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Tremors

Basics

OVERVIEW

  • Repetitive, rhythmic, oscillatory (swinging back and forth), involuntary movements of all or part of the body

  • The spine is composed of multiple bones with disks (intervertebral disks) located in between adjacent bones (vertebrae); the disks act as shock absorbers and allow movement of the spine; the vertebrae are named according to their location—cervical vertebrae are located in the neck and are numbered as cervical vertebrae one through seven or C1–C7; thoracic vertebrae are located from the area of the shoulders to the end of the ribs and are numbered as thoracic vertebrae one through thirteen or T1–T13; lumbar vertebrae start at the end of the ribs and continue to the pelvis and are numbered as lumbar vertebrae one through seven or L1–L7; the remaining vertebrae are the sacral and coccygeal (tail) vertebrae

Signalment/Description of Pet

Species

  • Dogs

  • Cats

Breed Predilections

  • Generalized tremor syndrome—small- to medium-breed dogs (less than 15 kg or 33 pounds)

  • Decreased amounts or absence of myelin, the protective covering of many nerve fibers (condition known as “hypomyelination”)—chow chows, English springer spaniels, Samoyeds, Weimaraners, and Dalmatians

  • Brief head tremor of unknown cause (so-called “idiopathic transient head tremor”)—Doberman pinschers, English bulldogs, and Labrador retrievers

Mean Age and Range

  • Age depends on cause

  • Generalized tremor syndrome—usually young adult dogs (less than 5 years of age)

  • Decreased amounts or absence of myelin, the protective covering of many nerve fibers (hypomyelination)—6–8 weeks of age

Signs/Observed Changes in the Pet

  • Localized or generalized tremors

  • Localized tremors—most often involve the head or the rear legs

Causes

Head Tremors

  • Abnormality of part of the brain, the cerebellum—degenerative; congenital (present at birth); inflammatory; immune-mediated; toxic causes

  • Unknown cause (so-called “idiopathic disease”)—Doberman pinschers and English bulldogs are more likely to develop head tremors of unknown cause than other breeds

  • Genetic

  • Inflammatory—inflammation of the brain (known as “encephalitis”)

  • Trauma

  • Drug administration—doxorubicin (a chemotherapy drug); diphenhydramine (an antihistamine); metoclopramide (medication used to control nausea and vomiting)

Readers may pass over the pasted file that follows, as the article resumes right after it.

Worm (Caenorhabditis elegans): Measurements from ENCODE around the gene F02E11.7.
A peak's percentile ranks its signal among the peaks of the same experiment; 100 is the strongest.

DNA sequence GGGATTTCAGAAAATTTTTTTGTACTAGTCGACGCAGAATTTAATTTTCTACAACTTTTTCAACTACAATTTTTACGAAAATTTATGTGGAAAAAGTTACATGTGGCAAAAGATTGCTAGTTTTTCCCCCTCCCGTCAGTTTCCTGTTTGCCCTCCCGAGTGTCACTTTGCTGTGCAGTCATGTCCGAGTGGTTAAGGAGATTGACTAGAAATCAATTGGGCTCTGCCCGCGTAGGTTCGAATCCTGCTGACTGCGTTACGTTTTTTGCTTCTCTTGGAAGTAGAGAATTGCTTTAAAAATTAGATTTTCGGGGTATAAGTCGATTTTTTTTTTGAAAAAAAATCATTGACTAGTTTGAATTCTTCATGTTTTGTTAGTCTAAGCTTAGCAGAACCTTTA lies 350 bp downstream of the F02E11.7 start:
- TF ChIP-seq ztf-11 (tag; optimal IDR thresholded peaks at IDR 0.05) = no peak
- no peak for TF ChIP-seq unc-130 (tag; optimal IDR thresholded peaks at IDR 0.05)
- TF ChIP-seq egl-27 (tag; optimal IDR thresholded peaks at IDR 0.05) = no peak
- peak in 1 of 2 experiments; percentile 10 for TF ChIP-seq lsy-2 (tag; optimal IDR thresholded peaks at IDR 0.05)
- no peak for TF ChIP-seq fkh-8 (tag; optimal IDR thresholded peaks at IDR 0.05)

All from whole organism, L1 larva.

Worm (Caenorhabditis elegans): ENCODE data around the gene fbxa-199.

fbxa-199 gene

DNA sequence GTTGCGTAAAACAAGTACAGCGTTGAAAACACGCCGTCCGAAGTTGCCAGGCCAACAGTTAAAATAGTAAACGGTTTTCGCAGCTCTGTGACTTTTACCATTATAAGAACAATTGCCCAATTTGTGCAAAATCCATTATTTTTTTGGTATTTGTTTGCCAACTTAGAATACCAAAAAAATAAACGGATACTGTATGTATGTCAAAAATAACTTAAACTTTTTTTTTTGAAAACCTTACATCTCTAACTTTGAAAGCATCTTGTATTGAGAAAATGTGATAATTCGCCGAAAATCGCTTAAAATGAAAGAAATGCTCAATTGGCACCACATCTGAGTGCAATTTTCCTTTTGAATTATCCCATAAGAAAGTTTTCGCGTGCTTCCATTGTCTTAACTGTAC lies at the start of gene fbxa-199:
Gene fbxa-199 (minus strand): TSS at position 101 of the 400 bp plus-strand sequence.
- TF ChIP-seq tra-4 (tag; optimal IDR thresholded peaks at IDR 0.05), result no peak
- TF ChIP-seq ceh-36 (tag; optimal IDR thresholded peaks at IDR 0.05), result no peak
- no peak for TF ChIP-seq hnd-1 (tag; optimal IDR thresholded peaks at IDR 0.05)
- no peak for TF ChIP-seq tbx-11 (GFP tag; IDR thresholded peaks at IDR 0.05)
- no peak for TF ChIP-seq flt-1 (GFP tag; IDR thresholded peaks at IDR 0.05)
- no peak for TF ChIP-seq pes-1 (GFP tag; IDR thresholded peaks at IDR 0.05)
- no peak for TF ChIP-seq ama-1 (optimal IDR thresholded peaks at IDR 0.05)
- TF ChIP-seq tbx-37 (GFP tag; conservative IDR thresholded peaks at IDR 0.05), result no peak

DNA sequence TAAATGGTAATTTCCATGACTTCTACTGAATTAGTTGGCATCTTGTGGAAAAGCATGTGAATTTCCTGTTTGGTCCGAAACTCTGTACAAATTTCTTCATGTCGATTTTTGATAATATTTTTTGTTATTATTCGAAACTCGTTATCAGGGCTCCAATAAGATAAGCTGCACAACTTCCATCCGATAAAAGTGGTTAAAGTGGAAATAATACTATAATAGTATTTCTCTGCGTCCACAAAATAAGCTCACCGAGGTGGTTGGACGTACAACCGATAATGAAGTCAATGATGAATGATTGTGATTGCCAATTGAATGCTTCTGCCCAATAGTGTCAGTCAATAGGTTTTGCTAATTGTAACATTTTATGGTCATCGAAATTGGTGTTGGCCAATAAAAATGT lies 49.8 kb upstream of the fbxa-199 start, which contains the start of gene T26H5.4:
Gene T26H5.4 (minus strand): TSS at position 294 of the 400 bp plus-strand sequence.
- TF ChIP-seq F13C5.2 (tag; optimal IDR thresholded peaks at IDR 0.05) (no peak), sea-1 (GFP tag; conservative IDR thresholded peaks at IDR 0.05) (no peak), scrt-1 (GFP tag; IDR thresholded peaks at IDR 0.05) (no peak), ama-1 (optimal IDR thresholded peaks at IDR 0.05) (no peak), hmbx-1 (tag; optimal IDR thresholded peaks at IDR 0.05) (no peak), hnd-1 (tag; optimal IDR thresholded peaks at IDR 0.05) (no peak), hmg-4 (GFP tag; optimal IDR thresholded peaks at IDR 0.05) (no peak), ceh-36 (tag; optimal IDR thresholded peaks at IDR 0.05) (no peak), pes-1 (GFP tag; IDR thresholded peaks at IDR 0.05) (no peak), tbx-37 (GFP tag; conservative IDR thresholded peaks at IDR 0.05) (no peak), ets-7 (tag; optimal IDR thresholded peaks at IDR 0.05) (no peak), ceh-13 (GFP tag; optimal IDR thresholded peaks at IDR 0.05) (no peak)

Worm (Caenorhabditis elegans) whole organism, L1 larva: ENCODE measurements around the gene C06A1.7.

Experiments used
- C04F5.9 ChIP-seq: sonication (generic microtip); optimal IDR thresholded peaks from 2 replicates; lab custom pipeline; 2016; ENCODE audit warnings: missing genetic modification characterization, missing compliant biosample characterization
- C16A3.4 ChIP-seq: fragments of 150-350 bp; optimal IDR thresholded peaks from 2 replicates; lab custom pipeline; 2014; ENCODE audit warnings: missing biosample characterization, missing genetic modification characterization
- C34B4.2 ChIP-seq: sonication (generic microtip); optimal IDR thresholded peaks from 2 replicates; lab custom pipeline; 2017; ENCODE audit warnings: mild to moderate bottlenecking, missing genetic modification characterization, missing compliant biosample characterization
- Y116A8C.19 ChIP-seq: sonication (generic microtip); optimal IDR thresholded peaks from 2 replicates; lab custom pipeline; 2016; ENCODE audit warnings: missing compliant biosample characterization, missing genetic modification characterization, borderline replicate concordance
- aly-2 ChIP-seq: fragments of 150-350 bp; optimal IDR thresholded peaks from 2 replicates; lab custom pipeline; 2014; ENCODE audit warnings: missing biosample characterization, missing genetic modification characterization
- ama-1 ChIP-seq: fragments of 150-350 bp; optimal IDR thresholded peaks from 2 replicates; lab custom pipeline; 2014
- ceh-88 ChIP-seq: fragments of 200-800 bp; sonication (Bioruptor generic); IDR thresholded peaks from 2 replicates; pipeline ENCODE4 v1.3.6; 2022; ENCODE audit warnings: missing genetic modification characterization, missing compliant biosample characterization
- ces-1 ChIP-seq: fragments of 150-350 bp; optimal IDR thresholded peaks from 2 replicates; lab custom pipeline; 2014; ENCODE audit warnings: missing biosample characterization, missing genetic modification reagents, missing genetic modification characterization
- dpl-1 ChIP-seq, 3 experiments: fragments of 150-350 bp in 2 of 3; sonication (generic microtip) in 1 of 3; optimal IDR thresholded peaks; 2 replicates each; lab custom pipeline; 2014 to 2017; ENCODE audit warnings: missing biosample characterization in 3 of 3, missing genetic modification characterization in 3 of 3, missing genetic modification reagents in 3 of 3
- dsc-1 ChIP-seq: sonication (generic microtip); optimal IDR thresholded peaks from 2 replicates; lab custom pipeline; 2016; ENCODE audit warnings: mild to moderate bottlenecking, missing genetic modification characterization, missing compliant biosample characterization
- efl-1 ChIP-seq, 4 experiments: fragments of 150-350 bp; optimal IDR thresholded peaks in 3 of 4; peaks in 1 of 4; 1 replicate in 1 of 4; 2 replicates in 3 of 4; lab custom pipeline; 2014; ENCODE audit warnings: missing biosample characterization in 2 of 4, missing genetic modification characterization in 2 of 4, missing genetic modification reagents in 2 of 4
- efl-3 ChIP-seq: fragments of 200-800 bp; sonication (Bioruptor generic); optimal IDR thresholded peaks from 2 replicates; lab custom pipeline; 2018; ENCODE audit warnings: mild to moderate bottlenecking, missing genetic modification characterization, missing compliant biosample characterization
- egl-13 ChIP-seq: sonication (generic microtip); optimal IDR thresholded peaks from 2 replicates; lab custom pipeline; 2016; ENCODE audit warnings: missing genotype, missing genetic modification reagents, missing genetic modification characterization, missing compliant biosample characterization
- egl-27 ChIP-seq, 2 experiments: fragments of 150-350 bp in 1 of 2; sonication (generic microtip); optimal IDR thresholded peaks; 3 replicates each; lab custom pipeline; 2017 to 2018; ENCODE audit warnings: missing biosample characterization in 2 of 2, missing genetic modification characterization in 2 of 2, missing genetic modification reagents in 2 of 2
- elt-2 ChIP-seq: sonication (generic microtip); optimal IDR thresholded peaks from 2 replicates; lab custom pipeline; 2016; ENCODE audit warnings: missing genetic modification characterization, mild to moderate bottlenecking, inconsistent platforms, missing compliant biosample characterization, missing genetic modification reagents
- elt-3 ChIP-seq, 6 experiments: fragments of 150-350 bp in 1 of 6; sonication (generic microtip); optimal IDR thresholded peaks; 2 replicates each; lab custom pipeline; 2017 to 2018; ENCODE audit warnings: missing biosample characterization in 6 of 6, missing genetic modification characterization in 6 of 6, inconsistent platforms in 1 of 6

Rear Leg Tremors

  • May be a sign of weakness or pain in the lumbosacral area of the spine

  • Metabolic—kidney failure; inadequate production of parathyroid hormone, leading to abnormalities in blood calcium and phosphorus levels (condition known as “hypoparathyroidism”); decreased levels of glucose (sugar) in the blood (known as “hypoglycemia”)

  • Compressive lesions of the spine or nerve roots—narrowing of the spinal canal in the lumbosacral spine (known as “lumbosacral stenosis”); pressure to or damage of the nerves within the spinal canal in the area of the junction between the lumbar and sacral vertebrae—at this level of the spine, spinal nerves are located in the spinal canal (rather than spinal cord), these spinal nerves within the spinal canal are known as the “cauda equina” (condition known as the “cauda equina syndrome”); spinal cord tumor; bacterial or fungal infection of the intervertebral disks and adjacent bone of the spine (vertebral bodies; condition known as “diskospondylitis”)

  • Disorder involving the nerves to the rear legs (known as a “peripheral neuropathy”); neuromuscular junction abnormality; disorder involving the muscles of the rear legs (known as a “myopathy”)

  • Poor blood flow to the muscles of the rear legs—right-to-left shunting of blood flow through a birth defect, known as a “patent ductus arteriosus”; other diseases of the heart and lungs

  • Unknown cause (so-called “idiopathic disease”)—rear leg tremors in older dogs (so-called “senile tremor”)

Generalized Tremors

  • Decreased amounts or absence of myelin, the protective covering of many nerve fibers (hypomyelination)

  • Poisons—organophosphates (type of insecticide); hexachlorophene (an antiseptic product); bromethalin (product used to kill rodents); topical product for killing parasites that contains moxidectin and imidacloprid